Where Do We Want To Go Next?
Among the biggest technology stories of 2022, it's impossible not to reference OpenAI. This artificial intelligence (AI) research company from San Francisco, CA, founded in December 2015, has focused on artificial general intelligence (AGI) applied to augmenting and outperform human skills. OpenAI cleverly made its efforts accessible to the general public as a way to simultaneously promote AI and improve it with actual human interaction — which in turn helps to reveal boundaries and usage restriction needs.
Among OpenAI's most interesting efforts is a trained model for human interaction through text input called ChatGPT. Its proven uses span from helping us to debug code to answering questions, to writing essays about any topic and in any given suggested style. While in research preview, usage of ChatGPT remains free (chat.openai.com).
Another notable technology trend in 2022, from an early fascination with voice recognition and virtual assistants in always-connected smart speakers, the industry is now transitioning to AI/ML on-device (edge AI) — particularly for hearables. As I intended to write about the possibilities of AI/ML in audio applications, I asked ChatGPT about this topic.
Very quickly, ChatGPT identified the uses of AI/ML in speech recognition for transcription, in voice assistants and text-to-speech systems, and also for music classification (metadata indexing and recommendation engines), and music generation — curiously one of the earlier uses to create copyright-free music beds and even full original soundtracks in homemade videos. An interesting and somewhat surprising suggestion was the use of AI/ML for audio compression, dynamically preserving the quality of the original audio signal for storing or transmission. Which could mean an adaptive audio codec, but also choosing codecs according to conditions and requirements. I assume ChatGPT was referencing actual applications.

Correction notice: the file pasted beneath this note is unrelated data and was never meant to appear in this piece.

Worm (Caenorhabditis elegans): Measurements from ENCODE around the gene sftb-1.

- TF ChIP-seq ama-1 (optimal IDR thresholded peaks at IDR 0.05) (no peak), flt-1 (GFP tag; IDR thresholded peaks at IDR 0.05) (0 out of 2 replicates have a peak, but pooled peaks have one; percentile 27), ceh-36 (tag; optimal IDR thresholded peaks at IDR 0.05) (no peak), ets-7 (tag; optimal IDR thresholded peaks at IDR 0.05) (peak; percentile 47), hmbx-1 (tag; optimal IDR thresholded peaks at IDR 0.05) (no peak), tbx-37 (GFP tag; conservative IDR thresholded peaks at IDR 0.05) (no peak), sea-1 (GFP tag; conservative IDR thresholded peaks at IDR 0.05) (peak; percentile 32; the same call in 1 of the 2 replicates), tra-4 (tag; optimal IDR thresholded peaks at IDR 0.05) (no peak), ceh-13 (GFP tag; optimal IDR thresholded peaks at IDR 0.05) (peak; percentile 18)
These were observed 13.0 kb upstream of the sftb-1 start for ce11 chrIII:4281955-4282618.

Finally, and as expected, ChatGPT mentions audio enhancement applications. "AI can be used to improve the quality of audio signals, such as by removing noise or by increasing the volume of quiet sounds."
In this issue of audioXpress, we address the fast-evolving world of MEMS microphones and voice pickup sensors, increasingly combined in true wireless earbuds, headphones, headsets, smartphones, and other personal systems. And one of the current trends is to add on-device AI for audio enhancement. To run machine learning tasks directly on edge devices, we can take advantage of the latest ARM Cortex-M and RISC-V architectures, as well as deep neural network processors and advanced processors specialized for both machine learning and audio processing such as those from Syntiant, BrainChip, FemtoSense Synaptics, memBrain, and many others.
Much like OpenAI is showing us unheard of possibilities, in 2023 we can expect to see audio applications and performance levels we have never imagined.
AI/ML shows infinite possibilities for audio product design when combined with modeling and simulation, which will enable us to reach the most efficient audio amplifiers with the lowest distortion, or near-perfect speaker diaphragms for a given set of parameters.
AI/ML tasks for audio DSP are actually very limited in scope compared to other tasks that are being required from current available engines. Models for audio applications are light enough to be loaded into miniature, ultra-low power designs. Of course, we also want to be able to use full-featured voice assistants, which require connectivity and are the reason why we will continue to connect wearable devices to smartphones (the most powerful connected computers we ever carried in our pockets).
The topic of connectivity is another major one for 2023. One of the unpredictable effects of the pandemic was that network operators had an unexpected reprieve that allowed them to accelerate the transition and coverage deployment of 5G. While we were all confined at home, the priority was home fixed broadband and Wi-Fi — an area that saw important progress with 6/6E and will soon evolve to Wi-Fi 7. As we traveled out of the home and upgraded to the latest smartphone models, we are now discovering the possibilities of being connected to 5G networks. A completely new world for audio streaming that is the new normal in 2023, while the industry is already working toward a 6G future.